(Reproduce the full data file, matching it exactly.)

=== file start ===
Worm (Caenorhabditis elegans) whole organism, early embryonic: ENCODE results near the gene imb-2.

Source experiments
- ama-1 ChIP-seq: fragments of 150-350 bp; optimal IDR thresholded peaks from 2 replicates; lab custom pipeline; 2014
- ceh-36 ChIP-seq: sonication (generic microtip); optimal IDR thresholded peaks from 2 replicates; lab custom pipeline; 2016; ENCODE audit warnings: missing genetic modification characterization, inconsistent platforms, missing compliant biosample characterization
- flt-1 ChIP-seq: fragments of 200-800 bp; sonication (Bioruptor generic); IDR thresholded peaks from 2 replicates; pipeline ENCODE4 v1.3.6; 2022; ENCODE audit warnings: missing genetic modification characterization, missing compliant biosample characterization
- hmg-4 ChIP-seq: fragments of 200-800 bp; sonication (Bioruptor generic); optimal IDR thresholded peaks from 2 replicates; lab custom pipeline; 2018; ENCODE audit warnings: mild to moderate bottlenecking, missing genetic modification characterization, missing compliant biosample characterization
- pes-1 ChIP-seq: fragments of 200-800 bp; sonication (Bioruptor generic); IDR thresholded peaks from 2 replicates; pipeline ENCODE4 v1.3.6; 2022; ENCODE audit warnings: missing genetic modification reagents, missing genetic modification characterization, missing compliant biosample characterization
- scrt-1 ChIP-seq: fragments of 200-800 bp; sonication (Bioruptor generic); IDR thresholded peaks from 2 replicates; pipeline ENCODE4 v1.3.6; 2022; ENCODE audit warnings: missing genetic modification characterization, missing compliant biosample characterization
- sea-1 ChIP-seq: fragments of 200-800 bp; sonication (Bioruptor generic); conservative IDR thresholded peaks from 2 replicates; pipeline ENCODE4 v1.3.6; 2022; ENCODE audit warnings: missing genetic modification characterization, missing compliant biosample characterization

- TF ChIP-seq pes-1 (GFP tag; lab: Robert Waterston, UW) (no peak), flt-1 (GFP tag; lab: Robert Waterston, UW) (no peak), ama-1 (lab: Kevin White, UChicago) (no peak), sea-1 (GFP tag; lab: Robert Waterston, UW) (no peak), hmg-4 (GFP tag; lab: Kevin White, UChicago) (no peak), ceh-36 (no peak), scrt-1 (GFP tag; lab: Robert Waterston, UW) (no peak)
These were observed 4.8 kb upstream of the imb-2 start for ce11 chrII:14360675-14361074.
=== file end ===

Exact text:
Worm (Caenorhabditis elegans) whole organism, early embryonic: ENCODE results near the gene imb-2.

Source experiments
- ama-1 ChIP-seq: fragments of 150-350 bp; optimal IDR thresholded peaks from 2 replicates; lab custom pipeline; 2014
- ceh-36 ChIP-seq: sonication (generic microtip); optimal IDR thresholded peaks from 2 replicates; lab custom pipeline; 2016; ENCODE audit warnings: missing genetic modification characterization, inconsistent platforms, missing compliant biosample characterization
- flt-1 ChIP-seq: fragments of 200-800 bp; sonication (Bioruptor generic); IDR thresholded peaks from 2 replicates; pipeline ENCODE4 v1.3.6; 2022; ENCODE audit warnings: missing genetic modification characterization, missing compliant biosample characterization
- hmg-4 ChIP-seq: fragments of 200-800 bp; sonication (Bioruptor generic); optimal IDR thresholded peaks from 2 replicates; lab custom pipeline; 2018; ENCODE audit warnings: mild to moderate bottlenecking, missing genetic modification characterization, missing compliant biosample characterization
- pes-1 ChIP-seq: fragments of 200-800 bp; sonication (Bioruptor generic); IDR thresholded peaks from 2 replicates; pipeline ENCODE4 v1.3.6; 2022; ENCODE audit warnings: missing genetic modification reagents, missing genetic modification characterization, missing compliant biosample characterization
- scrt-1 ChIP-seq: fragments of 200-800 bp; sonication (Bioruptor generic); IDR thresholded peaks from 2 replicates; pipeline ENCODE4 v1.3.6; 2022; ENCODE audit warnings: missing genetic modification characterization, missing compliant biosample characterization
- sea-1 ChIP-seq: fragments of 200-800 bp; sonication (Bioruptor generic); conservative IDR thresholded peaks from 2 replicates; pipeline ENCODE4 v1.3.6; 2022; ENCODE audit warnings: missing genetic modification characterization, missing compliant biosample characterization

- TF ChIP-seq pes-1 (GFP tag; lab: Robert Waterston, UW) (no peak), flt-1 (GFP tag; lab: Robert Waterston, UW) (no peak), ama-1 (lab: Kevin White, UChicago) (no peak), sea-1 (GFP tag; lab: Robert Waterston, UW) (no peak), hmg-4 (GFP tag; lab: Kevin White, UChicago) (no peak), ceh-36 (no peak), scrt-1 (GFP tag; lab: Robert Waterston, UW) (no peak)
These were observed 4.8 kb upstream of the imb-2 start for ce11 chrII:14360675-14361074.